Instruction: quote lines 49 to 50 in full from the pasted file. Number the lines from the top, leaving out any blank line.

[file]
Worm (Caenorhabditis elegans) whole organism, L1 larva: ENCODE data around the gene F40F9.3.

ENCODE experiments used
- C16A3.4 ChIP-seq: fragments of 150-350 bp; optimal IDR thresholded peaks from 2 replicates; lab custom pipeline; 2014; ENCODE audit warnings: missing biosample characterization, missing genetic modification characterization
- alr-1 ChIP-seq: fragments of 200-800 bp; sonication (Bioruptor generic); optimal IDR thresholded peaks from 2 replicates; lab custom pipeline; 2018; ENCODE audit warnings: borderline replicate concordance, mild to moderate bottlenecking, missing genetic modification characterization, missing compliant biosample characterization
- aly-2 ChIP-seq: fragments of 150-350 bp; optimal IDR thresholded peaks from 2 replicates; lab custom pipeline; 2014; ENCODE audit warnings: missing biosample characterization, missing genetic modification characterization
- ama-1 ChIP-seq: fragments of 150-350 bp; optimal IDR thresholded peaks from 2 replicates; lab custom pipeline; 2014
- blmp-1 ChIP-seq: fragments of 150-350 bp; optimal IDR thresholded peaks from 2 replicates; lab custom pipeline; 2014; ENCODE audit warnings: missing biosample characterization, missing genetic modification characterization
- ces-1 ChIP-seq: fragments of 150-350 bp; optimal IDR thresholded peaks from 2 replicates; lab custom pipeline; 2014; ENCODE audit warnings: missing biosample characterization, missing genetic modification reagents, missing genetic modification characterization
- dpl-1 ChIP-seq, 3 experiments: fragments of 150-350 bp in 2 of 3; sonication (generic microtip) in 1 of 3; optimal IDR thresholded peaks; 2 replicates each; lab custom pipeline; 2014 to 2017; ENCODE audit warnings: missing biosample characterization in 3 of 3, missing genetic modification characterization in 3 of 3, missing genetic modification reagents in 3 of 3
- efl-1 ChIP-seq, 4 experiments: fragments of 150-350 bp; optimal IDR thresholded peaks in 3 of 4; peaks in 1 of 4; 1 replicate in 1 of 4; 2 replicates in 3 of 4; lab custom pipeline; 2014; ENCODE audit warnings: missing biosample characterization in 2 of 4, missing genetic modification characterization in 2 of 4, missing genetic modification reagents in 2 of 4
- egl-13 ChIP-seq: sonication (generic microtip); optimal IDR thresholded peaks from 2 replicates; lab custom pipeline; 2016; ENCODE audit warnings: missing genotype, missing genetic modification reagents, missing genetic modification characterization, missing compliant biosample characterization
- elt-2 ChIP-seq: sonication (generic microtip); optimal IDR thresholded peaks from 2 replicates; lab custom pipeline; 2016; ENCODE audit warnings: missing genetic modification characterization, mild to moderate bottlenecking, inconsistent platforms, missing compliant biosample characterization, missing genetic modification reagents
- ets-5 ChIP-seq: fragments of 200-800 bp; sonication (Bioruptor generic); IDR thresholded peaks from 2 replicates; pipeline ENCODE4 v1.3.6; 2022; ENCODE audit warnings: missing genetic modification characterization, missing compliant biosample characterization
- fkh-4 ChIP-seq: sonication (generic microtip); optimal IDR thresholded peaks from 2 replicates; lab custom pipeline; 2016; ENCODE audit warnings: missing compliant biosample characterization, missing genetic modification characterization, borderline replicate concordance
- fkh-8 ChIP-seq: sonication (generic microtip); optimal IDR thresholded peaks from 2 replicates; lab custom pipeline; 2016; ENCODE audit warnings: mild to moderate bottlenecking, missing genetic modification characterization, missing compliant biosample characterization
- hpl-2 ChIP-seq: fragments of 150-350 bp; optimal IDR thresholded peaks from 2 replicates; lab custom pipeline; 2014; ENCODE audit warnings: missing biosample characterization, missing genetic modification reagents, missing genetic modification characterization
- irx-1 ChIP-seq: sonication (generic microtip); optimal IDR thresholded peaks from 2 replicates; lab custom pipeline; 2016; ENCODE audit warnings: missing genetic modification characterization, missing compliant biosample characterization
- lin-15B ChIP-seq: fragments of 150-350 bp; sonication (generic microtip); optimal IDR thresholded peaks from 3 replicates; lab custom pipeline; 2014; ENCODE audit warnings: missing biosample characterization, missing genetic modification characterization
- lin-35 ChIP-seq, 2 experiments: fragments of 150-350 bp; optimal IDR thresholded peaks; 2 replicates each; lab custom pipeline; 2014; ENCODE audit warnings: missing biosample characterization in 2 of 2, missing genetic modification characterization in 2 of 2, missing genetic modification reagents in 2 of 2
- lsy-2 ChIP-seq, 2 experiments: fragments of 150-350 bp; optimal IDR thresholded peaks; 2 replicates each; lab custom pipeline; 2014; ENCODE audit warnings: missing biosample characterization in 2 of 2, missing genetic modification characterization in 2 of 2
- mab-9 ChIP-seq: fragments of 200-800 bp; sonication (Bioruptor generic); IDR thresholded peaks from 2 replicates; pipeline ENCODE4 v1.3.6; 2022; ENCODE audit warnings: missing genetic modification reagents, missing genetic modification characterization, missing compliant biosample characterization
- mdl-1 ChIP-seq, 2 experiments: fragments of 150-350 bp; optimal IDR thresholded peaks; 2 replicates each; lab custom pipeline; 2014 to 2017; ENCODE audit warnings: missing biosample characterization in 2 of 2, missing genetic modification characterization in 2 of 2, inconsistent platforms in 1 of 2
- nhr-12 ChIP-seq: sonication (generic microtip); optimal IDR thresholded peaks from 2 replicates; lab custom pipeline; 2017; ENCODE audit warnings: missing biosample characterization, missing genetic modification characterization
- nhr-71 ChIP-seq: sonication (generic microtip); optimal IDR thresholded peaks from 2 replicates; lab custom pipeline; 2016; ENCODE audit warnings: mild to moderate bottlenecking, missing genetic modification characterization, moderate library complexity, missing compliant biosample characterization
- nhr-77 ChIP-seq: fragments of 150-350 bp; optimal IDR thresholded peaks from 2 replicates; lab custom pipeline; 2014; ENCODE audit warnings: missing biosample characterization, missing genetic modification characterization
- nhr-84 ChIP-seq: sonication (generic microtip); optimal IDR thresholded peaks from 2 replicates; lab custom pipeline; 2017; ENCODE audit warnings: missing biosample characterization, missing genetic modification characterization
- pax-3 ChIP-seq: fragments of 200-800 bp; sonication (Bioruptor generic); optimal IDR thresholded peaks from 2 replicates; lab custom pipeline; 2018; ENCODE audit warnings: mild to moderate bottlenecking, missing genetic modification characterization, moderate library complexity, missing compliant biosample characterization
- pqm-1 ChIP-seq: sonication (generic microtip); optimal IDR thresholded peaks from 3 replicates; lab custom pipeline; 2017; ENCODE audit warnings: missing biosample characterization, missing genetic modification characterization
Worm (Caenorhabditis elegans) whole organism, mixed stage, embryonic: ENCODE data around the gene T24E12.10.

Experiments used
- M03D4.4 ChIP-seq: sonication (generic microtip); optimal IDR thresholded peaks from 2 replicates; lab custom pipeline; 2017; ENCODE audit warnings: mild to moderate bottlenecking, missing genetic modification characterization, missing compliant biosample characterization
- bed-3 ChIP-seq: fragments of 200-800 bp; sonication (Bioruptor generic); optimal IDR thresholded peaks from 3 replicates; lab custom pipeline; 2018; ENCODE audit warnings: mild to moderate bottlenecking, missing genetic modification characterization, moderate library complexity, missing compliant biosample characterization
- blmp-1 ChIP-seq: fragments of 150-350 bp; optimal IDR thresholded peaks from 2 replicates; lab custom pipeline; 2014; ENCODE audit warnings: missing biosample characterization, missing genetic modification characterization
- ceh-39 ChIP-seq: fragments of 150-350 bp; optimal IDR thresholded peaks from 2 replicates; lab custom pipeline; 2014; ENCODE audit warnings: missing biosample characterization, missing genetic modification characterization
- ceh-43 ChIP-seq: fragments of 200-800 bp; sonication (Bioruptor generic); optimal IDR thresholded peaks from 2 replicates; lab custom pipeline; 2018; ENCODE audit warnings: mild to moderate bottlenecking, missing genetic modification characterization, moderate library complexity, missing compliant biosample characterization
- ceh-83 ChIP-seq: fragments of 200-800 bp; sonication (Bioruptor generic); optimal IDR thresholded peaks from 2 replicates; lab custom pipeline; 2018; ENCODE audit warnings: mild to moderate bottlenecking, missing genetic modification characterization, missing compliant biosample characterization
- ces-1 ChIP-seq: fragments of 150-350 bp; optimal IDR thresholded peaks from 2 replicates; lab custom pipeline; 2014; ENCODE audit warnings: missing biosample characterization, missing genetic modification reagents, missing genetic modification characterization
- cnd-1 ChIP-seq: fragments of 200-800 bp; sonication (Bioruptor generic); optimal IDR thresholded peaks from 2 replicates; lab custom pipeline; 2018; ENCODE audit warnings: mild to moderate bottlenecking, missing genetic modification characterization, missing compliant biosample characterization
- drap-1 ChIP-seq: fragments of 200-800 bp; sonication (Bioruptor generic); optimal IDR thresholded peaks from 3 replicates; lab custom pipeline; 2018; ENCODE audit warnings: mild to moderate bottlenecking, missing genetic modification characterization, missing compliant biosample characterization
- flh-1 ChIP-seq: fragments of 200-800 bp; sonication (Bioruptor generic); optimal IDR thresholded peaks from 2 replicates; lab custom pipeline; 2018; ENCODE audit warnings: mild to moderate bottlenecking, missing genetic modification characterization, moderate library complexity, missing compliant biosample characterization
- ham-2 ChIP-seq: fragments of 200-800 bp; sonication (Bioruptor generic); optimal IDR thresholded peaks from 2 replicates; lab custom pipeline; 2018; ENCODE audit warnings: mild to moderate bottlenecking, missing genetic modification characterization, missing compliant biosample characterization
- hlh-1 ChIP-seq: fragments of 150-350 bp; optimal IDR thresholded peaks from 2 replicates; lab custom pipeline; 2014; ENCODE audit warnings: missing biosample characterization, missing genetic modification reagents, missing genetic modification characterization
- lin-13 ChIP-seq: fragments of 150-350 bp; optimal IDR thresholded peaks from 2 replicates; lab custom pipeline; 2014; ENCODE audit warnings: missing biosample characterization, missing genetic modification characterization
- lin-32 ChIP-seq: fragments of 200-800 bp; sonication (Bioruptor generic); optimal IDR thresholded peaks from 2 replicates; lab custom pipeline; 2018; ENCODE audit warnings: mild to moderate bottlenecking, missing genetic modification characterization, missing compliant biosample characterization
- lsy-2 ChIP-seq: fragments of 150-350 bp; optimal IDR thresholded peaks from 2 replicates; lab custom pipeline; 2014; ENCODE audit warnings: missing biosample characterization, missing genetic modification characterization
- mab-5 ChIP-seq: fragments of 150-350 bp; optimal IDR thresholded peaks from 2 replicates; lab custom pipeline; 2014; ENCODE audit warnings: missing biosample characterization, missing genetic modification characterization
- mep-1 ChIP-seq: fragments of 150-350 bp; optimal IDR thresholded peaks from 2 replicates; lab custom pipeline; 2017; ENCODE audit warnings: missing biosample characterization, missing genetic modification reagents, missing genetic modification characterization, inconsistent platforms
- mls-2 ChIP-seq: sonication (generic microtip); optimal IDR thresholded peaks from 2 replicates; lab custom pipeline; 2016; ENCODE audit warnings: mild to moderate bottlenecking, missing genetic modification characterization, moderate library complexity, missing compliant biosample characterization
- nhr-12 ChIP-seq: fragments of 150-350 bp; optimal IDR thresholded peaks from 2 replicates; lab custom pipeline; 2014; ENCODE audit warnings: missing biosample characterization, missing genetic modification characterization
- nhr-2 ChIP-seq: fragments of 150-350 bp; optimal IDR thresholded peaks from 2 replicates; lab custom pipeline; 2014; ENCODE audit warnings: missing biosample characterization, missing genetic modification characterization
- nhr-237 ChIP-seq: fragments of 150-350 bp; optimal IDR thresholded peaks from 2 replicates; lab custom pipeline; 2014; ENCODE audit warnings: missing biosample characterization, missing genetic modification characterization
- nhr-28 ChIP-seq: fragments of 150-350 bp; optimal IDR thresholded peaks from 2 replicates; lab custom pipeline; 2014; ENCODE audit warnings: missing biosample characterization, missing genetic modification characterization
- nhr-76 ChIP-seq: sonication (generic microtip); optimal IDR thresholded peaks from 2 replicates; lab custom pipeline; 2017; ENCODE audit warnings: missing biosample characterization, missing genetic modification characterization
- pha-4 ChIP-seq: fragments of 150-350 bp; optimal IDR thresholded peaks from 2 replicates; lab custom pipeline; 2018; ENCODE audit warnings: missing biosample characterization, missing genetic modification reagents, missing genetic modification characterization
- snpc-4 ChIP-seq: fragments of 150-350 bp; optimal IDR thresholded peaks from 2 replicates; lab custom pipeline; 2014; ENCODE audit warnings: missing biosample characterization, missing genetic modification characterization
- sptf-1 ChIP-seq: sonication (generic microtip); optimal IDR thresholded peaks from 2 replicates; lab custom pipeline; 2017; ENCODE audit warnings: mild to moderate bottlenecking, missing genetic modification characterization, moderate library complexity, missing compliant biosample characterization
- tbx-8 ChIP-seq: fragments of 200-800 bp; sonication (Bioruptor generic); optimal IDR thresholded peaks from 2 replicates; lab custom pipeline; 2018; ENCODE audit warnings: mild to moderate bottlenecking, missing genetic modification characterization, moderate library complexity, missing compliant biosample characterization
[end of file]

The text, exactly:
- nhr-12 ChIP-seq: fragments of 150-350 bp; optimal IDR thresholded peaks from 2 replicates; lab custom pipeline; 2014; ENCODE audit warnings: missing biosample characterization, missing genetic modification characterization
- nhr-2 ChIP-seq: fragments of 150-350 bp; optimal IDR thresholded peaks from 2 replicates; lab custom pipeline; 2014; ENCODE audit warnings: missing biosample characterization, missing genetic modification characterization